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As we closed out 2019, the U.S. was experiencing some of the best financial conditions and employment numbers in history – if not for many decades. Since then, stunning conditions have crippled the U.S. economy. Over the past week, the masks of pandemic protection turned into the disguises of pandemonium. It was a painful thing for me to watch as riots and looting replaced peaceful demonstrations – a case made even more difficult for law enforcement as so many were wearing masks not only to shield themselves from the pandemic but also from identification. We now know that many of the fires and break–ins were coordinated efforts. While some younger folks see themselves as invincible, those seasoned with age or with families to protect find these developments greatly disturbing.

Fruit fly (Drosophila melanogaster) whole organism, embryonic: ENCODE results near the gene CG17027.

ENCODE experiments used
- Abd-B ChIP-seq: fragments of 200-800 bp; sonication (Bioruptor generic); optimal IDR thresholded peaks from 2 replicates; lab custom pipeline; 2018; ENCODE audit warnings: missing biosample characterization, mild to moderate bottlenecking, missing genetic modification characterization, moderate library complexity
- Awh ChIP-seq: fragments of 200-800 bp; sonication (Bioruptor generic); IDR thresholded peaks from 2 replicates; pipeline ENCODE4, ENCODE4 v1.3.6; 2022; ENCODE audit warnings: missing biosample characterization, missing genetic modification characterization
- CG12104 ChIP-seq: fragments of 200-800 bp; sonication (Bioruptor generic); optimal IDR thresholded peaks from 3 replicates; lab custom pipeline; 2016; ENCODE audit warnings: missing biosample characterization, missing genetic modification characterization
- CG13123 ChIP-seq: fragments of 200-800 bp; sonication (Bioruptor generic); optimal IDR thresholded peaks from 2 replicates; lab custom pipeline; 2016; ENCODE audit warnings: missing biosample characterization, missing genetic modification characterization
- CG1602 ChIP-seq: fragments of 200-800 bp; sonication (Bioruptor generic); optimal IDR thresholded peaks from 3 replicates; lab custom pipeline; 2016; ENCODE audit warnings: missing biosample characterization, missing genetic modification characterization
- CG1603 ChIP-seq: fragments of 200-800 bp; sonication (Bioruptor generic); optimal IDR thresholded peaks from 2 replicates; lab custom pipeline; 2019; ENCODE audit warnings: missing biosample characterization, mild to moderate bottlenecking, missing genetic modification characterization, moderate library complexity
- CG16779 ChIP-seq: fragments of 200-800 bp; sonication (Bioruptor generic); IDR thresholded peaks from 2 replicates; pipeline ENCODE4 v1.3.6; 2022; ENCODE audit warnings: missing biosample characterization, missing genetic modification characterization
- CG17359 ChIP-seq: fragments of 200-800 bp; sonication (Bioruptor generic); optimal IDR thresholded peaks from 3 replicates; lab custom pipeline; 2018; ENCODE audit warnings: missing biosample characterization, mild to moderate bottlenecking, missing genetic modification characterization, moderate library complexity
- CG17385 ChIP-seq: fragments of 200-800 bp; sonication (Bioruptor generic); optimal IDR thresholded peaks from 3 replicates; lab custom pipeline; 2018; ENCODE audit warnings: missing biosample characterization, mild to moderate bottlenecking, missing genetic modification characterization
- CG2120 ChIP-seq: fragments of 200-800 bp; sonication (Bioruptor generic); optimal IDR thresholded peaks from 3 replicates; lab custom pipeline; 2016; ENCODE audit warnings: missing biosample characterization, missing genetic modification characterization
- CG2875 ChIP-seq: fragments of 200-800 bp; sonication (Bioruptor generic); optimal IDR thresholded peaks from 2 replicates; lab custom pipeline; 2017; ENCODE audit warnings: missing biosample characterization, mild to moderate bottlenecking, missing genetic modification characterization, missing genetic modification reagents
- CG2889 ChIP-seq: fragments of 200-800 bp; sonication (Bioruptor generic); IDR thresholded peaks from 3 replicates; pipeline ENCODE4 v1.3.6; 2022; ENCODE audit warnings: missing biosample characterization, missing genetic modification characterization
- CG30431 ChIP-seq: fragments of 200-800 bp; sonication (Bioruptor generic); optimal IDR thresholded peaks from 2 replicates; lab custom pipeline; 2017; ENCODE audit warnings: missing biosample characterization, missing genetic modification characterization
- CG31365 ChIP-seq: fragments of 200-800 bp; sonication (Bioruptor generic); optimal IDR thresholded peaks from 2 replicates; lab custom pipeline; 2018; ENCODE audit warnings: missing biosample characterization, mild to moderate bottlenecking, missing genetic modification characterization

There was a point over the weekend where the White House was at risk of breech. Over 60 secret service agents were injured trying to control crowds and protect the area from protests that turned into anarchy. While stocks are still within the structure of a ‘V’ recovery since late March, the economy could remain in a bowl–shaped ‘U’ for some time – with too many elements still pointing down or sideways. The damage caused from rioting and social unrest exacerbates the recovery time and exasperates the law–abiding citizenry hoping for a quicker return to pre–pandemic conditions. To many of us, it’s just sad – and pays no honor or tribute to the memory of George Floyd. A restaurant that was set to reopen this week in Minnesota was destroyed by rioters over the weekend. There are many such stories and history tells us that riot–stricken neighborhoods can take years to recover. That comes on the heels of thoughts that the recovery might take much longer than previously thought from FRB San Francisco’s Mary Daly and others.